Early childhood through grade 12

Hawthorne Valley Association
Mado Spiegler, a dear member of our community, passed away on March 28. Over the years, Mado was both a teacher and a parent at Hawthorne Valley Waldorf School, and also worked with Hawthorne Valley Farm's Visiting Students Program for a time. She had a love for learning and the arts that she shared with our community in myriad ways. We are honored to publish here the eulogy that her son Marc gave at her funeral on March 31, and invite you to share your own stories about how Mado inspired or touched your life via email. We will pass along all stories to her family.

In memoriam of Mado Spiegler - March 31, 2023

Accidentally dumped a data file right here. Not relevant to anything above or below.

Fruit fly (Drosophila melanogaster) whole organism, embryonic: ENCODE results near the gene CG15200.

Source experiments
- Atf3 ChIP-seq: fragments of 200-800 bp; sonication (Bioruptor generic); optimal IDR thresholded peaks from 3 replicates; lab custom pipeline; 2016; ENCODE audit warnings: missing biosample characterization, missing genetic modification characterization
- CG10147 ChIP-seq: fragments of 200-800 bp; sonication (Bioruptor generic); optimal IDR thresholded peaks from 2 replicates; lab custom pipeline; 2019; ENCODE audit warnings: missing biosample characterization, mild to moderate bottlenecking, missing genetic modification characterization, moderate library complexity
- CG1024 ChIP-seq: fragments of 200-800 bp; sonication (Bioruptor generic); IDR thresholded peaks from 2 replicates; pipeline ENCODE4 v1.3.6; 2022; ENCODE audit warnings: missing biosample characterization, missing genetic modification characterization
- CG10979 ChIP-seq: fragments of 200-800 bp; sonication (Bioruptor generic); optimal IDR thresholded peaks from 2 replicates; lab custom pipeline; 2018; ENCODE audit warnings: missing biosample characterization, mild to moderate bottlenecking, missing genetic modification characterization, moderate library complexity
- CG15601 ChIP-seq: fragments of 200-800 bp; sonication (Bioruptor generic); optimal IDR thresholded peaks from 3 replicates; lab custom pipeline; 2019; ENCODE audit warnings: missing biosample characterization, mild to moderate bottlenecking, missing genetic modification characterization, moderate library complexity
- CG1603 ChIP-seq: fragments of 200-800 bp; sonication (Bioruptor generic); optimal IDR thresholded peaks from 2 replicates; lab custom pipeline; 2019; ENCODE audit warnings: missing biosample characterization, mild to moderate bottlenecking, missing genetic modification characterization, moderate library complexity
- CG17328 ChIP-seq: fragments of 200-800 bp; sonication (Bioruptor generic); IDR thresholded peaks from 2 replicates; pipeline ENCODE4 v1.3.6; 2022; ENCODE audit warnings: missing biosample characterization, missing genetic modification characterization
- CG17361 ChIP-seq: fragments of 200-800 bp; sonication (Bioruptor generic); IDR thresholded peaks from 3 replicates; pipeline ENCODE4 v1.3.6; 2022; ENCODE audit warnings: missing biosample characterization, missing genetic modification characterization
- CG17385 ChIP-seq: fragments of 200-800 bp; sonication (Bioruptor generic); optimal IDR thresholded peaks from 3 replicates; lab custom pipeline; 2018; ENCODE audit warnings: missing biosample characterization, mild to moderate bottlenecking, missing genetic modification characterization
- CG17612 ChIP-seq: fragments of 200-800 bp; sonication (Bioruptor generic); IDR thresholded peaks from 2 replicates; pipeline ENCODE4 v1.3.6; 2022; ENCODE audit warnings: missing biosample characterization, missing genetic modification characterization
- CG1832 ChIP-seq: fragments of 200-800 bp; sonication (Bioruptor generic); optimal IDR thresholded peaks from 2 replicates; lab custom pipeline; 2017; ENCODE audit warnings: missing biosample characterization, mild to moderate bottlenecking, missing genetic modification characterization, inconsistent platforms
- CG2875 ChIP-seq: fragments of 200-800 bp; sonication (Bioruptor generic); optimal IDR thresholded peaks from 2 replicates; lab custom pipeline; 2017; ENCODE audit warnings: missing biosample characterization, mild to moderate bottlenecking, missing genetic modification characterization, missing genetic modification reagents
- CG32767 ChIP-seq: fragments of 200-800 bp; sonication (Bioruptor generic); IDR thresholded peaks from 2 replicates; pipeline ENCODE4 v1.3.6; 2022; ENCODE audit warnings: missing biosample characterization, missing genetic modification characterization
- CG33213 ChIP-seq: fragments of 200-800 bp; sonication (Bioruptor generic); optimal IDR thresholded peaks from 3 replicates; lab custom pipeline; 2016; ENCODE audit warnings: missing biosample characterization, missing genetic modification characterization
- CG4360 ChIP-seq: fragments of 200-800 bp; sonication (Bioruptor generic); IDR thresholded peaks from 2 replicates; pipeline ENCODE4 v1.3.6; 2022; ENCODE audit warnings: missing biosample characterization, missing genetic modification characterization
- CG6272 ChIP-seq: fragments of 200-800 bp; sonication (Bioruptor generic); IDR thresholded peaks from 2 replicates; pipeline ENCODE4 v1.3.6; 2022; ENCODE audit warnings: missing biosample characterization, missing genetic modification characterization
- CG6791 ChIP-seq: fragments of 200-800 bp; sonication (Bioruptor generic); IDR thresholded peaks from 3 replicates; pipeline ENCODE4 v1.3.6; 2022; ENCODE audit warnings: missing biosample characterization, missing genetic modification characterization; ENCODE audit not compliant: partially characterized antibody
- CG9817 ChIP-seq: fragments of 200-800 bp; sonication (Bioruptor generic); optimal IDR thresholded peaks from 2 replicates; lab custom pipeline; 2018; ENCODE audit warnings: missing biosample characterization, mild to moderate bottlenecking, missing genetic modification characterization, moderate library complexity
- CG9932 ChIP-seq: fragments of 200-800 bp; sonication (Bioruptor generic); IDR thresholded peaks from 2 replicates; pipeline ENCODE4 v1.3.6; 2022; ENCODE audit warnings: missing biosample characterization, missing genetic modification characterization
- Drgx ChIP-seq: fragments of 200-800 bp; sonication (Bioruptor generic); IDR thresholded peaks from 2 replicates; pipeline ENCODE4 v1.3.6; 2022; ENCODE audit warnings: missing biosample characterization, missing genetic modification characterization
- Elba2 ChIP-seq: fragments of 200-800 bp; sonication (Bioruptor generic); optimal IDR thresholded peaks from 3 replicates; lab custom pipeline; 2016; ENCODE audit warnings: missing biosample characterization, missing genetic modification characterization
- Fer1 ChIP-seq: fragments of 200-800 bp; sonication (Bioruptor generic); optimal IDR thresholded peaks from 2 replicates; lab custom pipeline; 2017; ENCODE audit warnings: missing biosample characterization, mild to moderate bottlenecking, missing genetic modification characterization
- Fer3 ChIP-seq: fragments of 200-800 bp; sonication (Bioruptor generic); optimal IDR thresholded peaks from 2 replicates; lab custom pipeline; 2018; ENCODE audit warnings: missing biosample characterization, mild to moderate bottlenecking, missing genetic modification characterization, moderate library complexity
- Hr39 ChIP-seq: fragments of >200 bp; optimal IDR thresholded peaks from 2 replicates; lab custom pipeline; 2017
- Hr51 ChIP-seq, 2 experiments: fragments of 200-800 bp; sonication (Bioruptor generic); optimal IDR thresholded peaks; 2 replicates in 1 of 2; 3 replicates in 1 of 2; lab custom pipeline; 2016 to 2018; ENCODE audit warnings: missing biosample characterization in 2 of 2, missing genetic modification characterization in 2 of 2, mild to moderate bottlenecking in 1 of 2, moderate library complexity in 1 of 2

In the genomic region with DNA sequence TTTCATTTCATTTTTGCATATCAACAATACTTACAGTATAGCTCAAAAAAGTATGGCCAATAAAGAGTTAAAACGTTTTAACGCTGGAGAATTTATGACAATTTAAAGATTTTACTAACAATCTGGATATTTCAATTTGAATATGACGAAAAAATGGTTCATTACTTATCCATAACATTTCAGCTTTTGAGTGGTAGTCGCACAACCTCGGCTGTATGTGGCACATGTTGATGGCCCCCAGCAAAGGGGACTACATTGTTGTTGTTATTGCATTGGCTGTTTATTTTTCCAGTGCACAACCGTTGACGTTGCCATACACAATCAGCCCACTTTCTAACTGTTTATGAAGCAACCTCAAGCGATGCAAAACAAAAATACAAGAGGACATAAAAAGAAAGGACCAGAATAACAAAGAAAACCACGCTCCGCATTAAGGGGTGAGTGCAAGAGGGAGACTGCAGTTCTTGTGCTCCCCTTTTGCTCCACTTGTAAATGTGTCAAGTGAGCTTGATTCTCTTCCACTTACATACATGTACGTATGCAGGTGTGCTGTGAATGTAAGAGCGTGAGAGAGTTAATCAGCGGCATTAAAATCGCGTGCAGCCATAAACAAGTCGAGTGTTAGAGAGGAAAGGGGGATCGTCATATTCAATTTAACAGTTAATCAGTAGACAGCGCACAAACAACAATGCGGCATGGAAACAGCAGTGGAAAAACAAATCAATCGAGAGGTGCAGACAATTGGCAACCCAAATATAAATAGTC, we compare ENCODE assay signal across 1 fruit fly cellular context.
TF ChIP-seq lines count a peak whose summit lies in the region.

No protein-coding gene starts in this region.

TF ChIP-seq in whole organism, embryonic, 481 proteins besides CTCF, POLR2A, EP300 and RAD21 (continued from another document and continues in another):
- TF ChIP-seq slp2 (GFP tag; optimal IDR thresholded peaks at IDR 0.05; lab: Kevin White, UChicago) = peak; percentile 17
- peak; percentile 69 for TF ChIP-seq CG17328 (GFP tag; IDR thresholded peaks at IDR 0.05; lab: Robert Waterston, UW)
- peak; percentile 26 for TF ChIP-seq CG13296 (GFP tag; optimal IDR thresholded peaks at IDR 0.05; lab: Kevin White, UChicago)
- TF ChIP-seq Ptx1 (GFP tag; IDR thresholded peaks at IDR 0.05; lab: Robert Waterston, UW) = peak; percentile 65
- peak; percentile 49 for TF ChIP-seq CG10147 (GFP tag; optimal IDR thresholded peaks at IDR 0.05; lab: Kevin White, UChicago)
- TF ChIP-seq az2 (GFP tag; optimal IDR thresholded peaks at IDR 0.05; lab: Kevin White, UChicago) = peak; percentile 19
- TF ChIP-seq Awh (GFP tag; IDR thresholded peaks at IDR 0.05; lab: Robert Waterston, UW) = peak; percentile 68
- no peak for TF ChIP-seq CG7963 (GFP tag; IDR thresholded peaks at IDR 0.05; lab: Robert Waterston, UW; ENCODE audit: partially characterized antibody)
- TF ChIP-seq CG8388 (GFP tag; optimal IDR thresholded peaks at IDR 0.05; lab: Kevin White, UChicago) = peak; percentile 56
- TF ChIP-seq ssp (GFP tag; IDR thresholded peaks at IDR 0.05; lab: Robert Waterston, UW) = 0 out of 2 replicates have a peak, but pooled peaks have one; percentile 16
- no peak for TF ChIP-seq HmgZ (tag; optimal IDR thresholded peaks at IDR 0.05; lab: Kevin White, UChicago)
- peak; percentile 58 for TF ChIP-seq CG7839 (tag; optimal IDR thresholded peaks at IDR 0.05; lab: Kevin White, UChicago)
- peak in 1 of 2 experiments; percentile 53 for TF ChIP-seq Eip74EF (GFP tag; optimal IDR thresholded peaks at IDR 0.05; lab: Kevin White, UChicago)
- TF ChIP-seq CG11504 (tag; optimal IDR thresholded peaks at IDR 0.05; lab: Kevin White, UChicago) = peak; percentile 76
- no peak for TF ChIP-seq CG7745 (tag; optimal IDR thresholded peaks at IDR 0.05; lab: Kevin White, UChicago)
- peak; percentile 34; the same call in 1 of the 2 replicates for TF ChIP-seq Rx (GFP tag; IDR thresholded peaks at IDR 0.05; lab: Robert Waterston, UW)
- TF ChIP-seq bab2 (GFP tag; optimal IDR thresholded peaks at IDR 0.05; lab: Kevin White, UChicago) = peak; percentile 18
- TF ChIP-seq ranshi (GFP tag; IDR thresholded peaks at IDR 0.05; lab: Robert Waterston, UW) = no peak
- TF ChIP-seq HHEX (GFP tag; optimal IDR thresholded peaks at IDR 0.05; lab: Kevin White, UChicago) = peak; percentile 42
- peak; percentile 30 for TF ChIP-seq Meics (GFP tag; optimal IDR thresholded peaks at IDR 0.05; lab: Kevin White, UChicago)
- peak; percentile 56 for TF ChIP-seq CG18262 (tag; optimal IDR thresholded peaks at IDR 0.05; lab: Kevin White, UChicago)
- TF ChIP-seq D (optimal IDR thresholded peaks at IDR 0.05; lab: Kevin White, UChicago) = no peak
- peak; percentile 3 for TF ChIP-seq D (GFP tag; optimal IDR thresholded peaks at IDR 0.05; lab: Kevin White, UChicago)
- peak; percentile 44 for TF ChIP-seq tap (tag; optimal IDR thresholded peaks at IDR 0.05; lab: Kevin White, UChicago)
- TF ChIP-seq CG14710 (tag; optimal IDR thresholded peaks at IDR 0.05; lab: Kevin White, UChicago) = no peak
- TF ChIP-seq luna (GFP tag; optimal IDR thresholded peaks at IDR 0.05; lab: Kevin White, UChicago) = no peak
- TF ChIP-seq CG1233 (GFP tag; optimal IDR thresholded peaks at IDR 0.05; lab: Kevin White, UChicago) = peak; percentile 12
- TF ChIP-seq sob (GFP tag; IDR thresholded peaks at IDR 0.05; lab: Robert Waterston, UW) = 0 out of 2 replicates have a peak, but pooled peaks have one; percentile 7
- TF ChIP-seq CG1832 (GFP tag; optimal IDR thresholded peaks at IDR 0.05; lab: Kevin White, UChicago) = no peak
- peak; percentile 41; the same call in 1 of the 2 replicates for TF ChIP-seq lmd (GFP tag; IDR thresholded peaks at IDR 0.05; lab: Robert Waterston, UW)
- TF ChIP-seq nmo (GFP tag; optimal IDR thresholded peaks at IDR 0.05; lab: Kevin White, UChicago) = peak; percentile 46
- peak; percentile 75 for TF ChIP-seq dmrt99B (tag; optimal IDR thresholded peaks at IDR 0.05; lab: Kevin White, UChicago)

Delivered by Marc Spiegler (Mado's eldest son, Hawthorne Valley Waldorf School Class of 1986) My mother had myriad facets - she was a Surrealist artist, a teacher of many topics, the author of books on human rights, a translator of Rudolf Steiner and Joseph Beuys, a companion for long walks, the cook of amazing meals, a generous host and a highly engaged guest. Mado never took people or their time for granted. So it means a lot to her that each and everyone of you are present with us now. Most of you here this morning met our mother in the second half of her life, after she moved to Columbia County, a region she loved for its natural beauty, winding roads, rolling hills and radiant light. The first half of her life was a series of adventures. She grew up in the midst of World War II, with Nazi soldiers camped in the orchard behind her house, and her father was twice imprisoned for being a French Resistance fighter, but fortunately survived. Her parents were both beloved high-school teachers, equal partners in their marriage and the raising of three daughters. Starting in her adolescence, she traveled widely within Europe and soon had friends who lived everywhere from Como to Stockholm. Mado left Alsace as a young woman to study in Paris, where she met and married my father James. They went on to live in West Africa, serving on the University of Ghana faculty soon after the country's decolonization. Next came Oxford, England, where I was born. Shortly thereafter they moved to Chicago, where Matthew was born five years later. During my father's sabbatical year at Stanford in California, my mother helped to found the Woman Studies program. Her last big adventure, before she moved to Columbia County, was a nine-month road trip that she took with me and my brother. Packing two kids in a huge green Chevy Malibu, she drove to the Black Hills of North Dakota, above the Arctic Circle in the Yukon territory, and across to Mount McKinley in Alaska. Moving southwards at last, she went down the West Coast via Seattle and Portland to Santa Monica, where my grandmother lived, then headed east across the deserts of the Southwest and finally up the Mississippi to Chicago. We skipped school for a year, but we learned things that no classroom could ever have taught us. My mother was an anarchist, but not the sort who throws bombs. She simply didn't believe in power structures. Because power structures imply that one person is better than another, and my mother was resolutely against such judgement. That fervent belief even applied in the home. She treated us, her sons, as equals – full-fledged persons who could decide when they wanted to go to sleep, what they wanted to eat and which clothes we liked best. In retrospect, I don't think this was tactical, but I will say that we were not rebellious sons. We simply had nothing against which to rebel. There are people in this room who knew my mother since they were born, and others who've known her for more than 50 years. But even if you only met her once it was impossible not to recognize the singularity of her mind. Because she brought to every conversation an enormous reservoir of knowledge - and an intellectual dexterity in connecting different facts and philosophies in fascinating and unexpected ways. My mother had a second great gift in conversation: She had managed despite many hardships to retain the curiosity that a child has about the world, seeing it as a place full of discoveries to be made and interesting people to meet. As a rule, she listened far more than she spoke, letting others share their thoughts before adding her own. And when finally she spoke it was to illuminate, to give perspective or to navigate the conversation towards more fertile ground. Being a free spirit, my mother never taught us "useful" things, such as how to iron my clothes or balance a checkbook. But she gave us a much more important lessons - lessons learned not by instruction, but by observation. The most important to me was to value your friends and to remain constantly open to make new friends. And then to cultivate those friendships, intensely. As many of you experienced, my mother was a constant correspondent, sharing her thoughts in phone calls, text messages, images and emails. She stayed connected to an enormous number of people, many of them present today. In doing so she touched many lives, profoundly. We were lucky to have her among us, for so long, catalyzing conversations that will continue far beyond her passing.